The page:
Figure 1.

Cyro-TEM images of (a) vesicles, (b) worm-like micelles, and (c) spherical micelles showing morphological progression to higher curvature assemblies with increasing hydrophilic fraction (f) of amphiphilic block copolymers. Reproduced from Ref.10. Copyright 2003. Reprinted with permission from AAAS.

For diblock copolymers, the size of spherical micelles can be predicted based on the aggregation number and degree of polymerization of the coronal chains.11 The theoretical sizes of vesicles and worm-like micelles are difficult to predict, yet the thickness of these types of assemblies is often dictated by the chain length of the hydrophobic blocks.12 Other non-typical morphologies such as multi-compartment micelles,13–15 disk micelles,16–19 nanotubes,20 toroidal micelles,21, 22 bicontinuous micelles,23, 24 and corkscrew micelles25 have been observed, often arising through structural complexity, solvent composition, or specific interactions.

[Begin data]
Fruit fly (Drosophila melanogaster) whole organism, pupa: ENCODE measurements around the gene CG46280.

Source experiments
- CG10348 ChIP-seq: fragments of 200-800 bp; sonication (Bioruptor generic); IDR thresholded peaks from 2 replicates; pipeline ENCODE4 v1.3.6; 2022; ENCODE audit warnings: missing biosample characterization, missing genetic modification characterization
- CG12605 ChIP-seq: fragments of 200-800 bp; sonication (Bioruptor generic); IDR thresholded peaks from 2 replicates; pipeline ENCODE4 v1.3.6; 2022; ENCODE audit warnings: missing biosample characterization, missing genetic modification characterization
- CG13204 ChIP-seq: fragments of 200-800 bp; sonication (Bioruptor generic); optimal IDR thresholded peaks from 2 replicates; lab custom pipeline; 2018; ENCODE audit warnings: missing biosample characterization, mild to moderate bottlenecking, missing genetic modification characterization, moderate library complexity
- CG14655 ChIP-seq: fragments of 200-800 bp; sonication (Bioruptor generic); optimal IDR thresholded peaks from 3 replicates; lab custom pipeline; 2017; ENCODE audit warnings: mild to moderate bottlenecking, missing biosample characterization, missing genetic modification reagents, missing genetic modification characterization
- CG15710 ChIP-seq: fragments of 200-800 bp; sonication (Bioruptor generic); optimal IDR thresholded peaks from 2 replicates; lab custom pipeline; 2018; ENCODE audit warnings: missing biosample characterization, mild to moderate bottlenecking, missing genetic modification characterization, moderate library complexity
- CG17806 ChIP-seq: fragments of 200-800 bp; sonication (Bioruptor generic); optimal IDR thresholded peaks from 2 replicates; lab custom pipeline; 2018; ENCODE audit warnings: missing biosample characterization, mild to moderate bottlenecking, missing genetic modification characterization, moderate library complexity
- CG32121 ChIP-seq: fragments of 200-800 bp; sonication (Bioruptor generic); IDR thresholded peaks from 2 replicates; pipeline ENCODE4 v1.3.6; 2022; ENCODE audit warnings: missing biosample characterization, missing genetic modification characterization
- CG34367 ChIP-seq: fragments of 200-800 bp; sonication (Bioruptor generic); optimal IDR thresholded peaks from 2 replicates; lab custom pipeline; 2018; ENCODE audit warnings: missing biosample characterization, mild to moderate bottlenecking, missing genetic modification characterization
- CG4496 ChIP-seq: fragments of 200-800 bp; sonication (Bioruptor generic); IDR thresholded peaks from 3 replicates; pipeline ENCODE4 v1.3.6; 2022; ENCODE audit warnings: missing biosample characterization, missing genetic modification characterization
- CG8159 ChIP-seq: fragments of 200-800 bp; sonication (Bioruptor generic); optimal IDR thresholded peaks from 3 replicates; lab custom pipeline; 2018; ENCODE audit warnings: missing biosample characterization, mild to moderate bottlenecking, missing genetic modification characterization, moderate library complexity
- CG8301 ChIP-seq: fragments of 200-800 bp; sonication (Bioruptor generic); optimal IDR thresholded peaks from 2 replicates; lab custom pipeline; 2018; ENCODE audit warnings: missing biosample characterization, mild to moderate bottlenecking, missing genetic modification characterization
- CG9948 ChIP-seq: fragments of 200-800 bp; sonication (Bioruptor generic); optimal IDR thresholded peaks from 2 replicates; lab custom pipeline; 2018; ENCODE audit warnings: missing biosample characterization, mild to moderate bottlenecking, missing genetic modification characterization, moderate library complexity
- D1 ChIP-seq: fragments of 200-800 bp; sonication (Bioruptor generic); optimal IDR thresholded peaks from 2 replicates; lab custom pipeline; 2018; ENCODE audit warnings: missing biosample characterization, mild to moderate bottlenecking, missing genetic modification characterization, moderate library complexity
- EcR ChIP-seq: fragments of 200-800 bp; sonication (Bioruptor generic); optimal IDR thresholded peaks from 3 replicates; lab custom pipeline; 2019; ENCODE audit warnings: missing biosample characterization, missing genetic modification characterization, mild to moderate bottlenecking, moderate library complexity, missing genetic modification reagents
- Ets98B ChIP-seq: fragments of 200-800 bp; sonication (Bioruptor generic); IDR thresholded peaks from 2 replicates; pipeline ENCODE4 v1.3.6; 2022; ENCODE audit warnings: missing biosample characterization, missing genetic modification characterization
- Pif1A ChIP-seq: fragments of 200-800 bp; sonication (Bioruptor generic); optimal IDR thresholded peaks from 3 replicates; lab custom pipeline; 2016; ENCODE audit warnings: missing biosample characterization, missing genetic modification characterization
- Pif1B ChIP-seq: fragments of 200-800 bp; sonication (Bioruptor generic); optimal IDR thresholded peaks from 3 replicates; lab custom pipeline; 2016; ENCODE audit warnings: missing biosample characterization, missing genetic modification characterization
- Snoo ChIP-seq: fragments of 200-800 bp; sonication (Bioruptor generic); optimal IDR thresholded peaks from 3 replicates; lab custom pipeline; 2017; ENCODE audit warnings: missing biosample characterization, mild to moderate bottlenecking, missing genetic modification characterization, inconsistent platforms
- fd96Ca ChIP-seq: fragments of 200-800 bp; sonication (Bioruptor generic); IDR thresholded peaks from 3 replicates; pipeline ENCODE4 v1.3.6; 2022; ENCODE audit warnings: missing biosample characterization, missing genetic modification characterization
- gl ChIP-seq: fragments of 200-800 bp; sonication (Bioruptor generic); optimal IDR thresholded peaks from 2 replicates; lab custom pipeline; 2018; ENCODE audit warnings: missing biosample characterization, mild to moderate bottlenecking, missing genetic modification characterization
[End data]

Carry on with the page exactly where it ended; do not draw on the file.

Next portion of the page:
Although there is much known about the solution behavior of diblock copolymer aggregates, a new and increasingly useful class of amphiphilic materials based on polypeptides has been shown to form aggregates where the size and morphology is responsive to solution pH and temperature. These morphological changes are partially the result of changes in chain density and/or interfacial curvature as the peptide block shifts from a rod-coil type of block copolymer to a coil-coil block copolymer.26, 27 Some recent studies have addressed this behavior theoretically.28 In addition, the diversity of synthetic polymer chemistries and “click” reactions offer the ability to covalently link a variety of different polymers together, and the potential for biocompatibility from peptides creates possible applications in drug/gene delivery, imaging, and nanocatalysis.29–35 Nanostructures from block copolymers have many advantages over small molecule surfactants such as enhanced stability with increasing molecular weight, tuning assembly size or membrane thickness (in the case of bilayer formation) with molecular weight, and synthetic variability allowing integration of specific chemistries/physical properties within the assemblies. In particular, the synthetic variability specifically allows for the tunability of chemical/physical properties to access precise applications (i.e., attachment or complexation of a drug or gene molecule within solution aggregates); additionally, the rich variety of synthetic reactions allows for the creation of complex molecular topologies that can allow for unique, advantageous assembly properties.